008 THE SIDE OF SPONDYLOLYSIS: A RETROSPECTIVE COHORT STUDY OF THOSE INVESTIGATED WITH SINGLE PHOTON EMISSION COMPUTERISED TOMOGRAPHY AND REVERSE GANTRY COMPUTERISED TOMOGRAPHY
P.L. Gregory, M.E. Batt, R.W. Kerslake, J.K. Webb.
Queen’s Medical Centre, Nottingham, UK
Spondylolyses are stress fractures of the pars interarticulares. Participation in sport does not give rise to symmetrical stresses on the skeletal system, and hence there may be a preponderance of spondylolyses on one side of the neural arch. The aim of this study was to determine the characteristics of those investigated for spondylolysis and to establish whether this lesion is more common on either side of the neural arch.
Medical records of 213 (131 male, 82 female) patients investigated for spondylolysis at Queen’s Medical Centre, Nottingham between 1 January 1995 and 31 December 2000 were reviewed. The median age of onset of low back pain was 17.3 years (range 6.4–46.5). Most were known to have been involved in sport (79.3%). There were 42 cricketers, 28 soccer players, 13 gymnasts, and 12 rugby footballers. Lateralisation of the low back pain occurred in 49.3%, with 66 having more left sided pain and 39 more right sided pain (p<0.01; χ2 test).
A pronounced increase in scintigraphic uptake was noted on the left side of the neural arch in 31 patients and on the right in 17 (p<0.05). Spondylolysis was identified in 81 patients. Spondylolyses were bilateral on 44 occasions, but unilateral lesions occurred in the left pars 36 times and on the right 16 times (p<0.01).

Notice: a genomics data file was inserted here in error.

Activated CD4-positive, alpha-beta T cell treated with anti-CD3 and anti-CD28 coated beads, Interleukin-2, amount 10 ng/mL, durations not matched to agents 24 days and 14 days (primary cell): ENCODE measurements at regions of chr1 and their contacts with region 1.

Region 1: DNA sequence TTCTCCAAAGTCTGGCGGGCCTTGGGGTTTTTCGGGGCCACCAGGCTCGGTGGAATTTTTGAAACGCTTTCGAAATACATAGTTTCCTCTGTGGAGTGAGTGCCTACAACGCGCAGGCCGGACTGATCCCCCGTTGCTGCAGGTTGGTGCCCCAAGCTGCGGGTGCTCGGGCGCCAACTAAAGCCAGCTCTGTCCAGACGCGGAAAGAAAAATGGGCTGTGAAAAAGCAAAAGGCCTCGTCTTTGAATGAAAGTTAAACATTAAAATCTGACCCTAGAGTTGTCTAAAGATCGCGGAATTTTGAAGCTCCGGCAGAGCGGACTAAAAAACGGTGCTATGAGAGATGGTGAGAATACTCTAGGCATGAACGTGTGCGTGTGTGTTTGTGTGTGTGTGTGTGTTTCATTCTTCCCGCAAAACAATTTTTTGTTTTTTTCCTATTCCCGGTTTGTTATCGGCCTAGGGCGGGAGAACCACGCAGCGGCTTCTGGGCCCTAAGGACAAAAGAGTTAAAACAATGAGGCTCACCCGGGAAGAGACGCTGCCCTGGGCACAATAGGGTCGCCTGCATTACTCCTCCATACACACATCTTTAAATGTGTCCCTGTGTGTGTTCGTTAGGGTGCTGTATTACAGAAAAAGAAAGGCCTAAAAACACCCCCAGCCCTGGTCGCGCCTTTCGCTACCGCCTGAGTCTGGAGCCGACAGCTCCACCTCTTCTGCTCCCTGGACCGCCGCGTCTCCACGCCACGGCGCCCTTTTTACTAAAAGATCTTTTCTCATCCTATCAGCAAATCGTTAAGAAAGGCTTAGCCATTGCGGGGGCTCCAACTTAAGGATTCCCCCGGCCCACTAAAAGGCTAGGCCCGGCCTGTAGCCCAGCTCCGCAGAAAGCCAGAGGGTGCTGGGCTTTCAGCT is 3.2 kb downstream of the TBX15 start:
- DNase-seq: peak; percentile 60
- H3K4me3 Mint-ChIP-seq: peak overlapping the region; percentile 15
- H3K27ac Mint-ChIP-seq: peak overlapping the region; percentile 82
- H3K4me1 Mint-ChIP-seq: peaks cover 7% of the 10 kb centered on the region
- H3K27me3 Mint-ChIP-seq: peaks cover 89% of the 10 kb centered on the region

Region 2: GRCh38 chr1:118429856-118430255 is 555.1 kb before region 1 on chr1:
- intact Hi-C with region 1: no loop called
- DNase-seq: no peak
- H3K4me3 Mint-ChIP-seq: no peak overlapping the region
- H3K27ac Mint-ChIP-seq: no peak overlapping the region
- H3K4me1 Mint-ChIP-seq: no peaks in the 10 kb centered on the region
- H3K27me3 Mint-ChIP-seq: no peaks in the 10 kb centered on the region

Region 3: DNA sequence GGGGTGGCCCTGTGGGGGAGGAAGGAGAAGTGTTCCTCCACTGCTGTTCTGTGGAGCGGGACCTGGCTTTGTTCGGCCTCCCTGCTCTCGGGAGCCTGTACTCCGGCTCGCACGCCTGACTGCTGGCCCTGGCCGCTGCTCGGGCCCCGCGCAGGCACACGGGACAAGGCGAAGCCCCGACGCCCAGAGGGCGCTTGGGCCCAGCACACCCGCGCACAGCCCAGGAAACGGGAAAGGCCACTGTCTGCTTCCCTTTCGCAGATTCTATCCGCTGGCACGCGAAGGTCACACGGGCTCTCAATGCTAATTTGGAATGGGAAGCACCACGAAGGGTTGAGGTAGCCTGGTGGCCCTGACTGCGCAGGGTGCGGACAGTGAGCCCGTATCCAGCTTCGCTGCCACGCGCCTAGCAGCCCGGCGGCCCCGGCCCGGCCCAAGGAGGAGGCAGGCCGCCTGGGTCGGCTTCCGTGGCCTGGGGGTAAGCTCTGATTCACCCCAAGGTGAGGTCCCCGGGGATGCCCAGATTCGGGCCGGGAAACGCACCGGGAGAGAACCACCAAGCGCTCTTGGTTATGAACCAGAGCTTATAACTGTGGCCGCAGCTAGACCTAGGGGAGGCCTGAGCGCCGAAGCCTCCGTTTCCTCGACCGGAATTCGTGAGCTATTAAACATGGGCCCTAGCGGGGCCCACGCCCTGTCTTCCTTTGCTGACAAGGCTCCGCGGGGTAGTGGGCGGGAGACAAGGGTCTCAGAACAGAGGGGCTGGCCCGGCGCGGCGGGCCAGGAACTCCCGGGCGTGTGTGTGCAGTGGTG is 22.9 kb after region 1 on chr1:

We conclude that spondylolyses occur more commonly in the left pars interarticulares in young English sports people. This may be because fast bowlers tend to pars defects on the contralateral side to their bowling arm.1 This hypothesis will be duly tested on this dataset.
009 EFFECTS OF ACUTE DYNAMIC EXERCISE ON HAEMOSTASIS AFTER MYOCARDIAL INFARCTION
D. Carrick, L. Jamieson, M. Dawson, A. McKenzie, E. Mackie, W.S. Hillis.
Department of Medicine and Therapeutics, University of Glasgow, 38 Church Street, Glasgow G12 8QQ, Scotland, UK
Background: An increased risk of acute coronary events had been documented after strenuous exercise.
Aim: To assess the thrombotic risk associated with exercise testing four weeks after myocardial infarction (MI) and assess the effects of cardiac rehabilitation with repeat testing at 12 weeks.
Methods: Thirty five MI patients and 12 healthy controls completed a Bruce protocol exercise test with venous sampling before, after, and 30 minutes after exercise for platelet count, prothrombin time, activated partial thromboplastin time, and fibrinogen. Platelet activation was assessed by flow cytometry using CD62 (p-selectin) and antibodies to fibrinogen.
Results: Exercise time improved significantly after rehabilitation (579.3 v 499.1 seconds; p = 0.003), although it did not match healthy controls. Platelet activation was reduced at 12 weeks compared with at four weeks, although it remained higher than controls. Healthy controls showed significant platelet activation with exercise, an effect not seen in the patient group.
Conclusion: The benefits of cardiac rehabilitation have been shown with improved exercise time and reduced platelet activation. No increased risk in terms of platelet activation were found with exercise after MI, and the contrasting effect in the controls suggests that platelet activation with exercise is intensity dependent.